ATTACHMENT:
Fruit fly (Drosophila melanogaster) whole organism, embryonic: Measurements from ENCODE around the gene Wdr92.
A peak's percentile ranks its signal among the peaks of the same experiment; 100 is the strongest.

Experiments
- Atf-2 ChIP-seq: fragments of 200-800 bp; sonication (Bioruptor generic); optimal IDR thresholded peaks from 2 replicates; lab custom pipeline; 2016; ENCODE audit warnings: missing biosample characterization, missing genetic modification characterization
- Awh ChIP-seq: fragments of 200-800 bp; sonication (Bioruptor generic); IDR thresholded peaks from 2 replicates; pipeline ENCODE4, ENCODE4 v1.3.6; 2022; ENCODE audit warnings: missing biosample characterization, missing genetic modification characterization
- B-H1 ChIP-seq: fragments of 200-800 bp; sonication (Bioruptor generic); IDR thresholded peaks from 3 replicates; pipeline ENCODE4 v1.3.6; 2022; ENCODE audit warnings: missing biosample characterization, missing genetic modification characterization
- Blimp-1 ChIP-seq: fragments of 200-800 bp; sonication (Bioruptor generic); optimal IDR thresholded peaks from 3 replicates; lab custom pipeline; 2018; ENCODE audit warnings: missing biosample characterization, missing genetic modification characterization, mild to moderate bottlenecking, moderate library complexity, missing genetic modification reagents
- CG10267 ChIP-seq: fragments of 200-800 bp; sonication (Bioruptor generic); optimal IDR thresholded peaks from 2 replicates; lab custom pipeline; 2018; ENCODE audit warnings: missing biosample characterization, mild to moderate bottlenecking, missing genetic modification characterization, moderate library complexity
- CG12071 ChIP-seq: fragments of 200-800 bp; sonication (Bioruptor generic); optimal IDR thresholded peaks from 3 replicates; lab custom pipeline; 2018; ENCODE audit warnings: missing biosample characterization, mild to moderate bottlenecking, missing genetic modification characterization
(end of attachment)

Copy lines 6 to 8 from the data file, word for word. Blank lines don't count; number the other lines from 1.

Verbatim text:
- B-H1 ChIP-seq: fragments of 200-800 bp; sonication (Bioruptor generic); IDR thresholded peaks from 3 replicates; pipeline ENCODE4 v1.3.6; 2022; ENCODE audit warnings: missing biosample characterization, missing genetic modification characterization
- Blimp-1 ChIP-seq: fragments of 200-800 bp; sonication (Bioruptor generic); optimal IDR thresholded peaks from 3 replicates; lab custom pipeline; 2018; ENCODE audit warnings: missing biosample characterization, missing genetic modification characterization, mild to moderate bottlenecking, moderate library complexity, missing genetic modification reagents
- CG10267 ChIP-seq: fragments of 200-800 bp; sonication (Bioruptor generic); optimal IDR thresholded peaks from 2 replicates; lab custom pipeline; 2018; ENCODE audit warnings: missing biosample characterization, mild to moderate bottlenecking, missing genetic modification characterization, moderate library complexity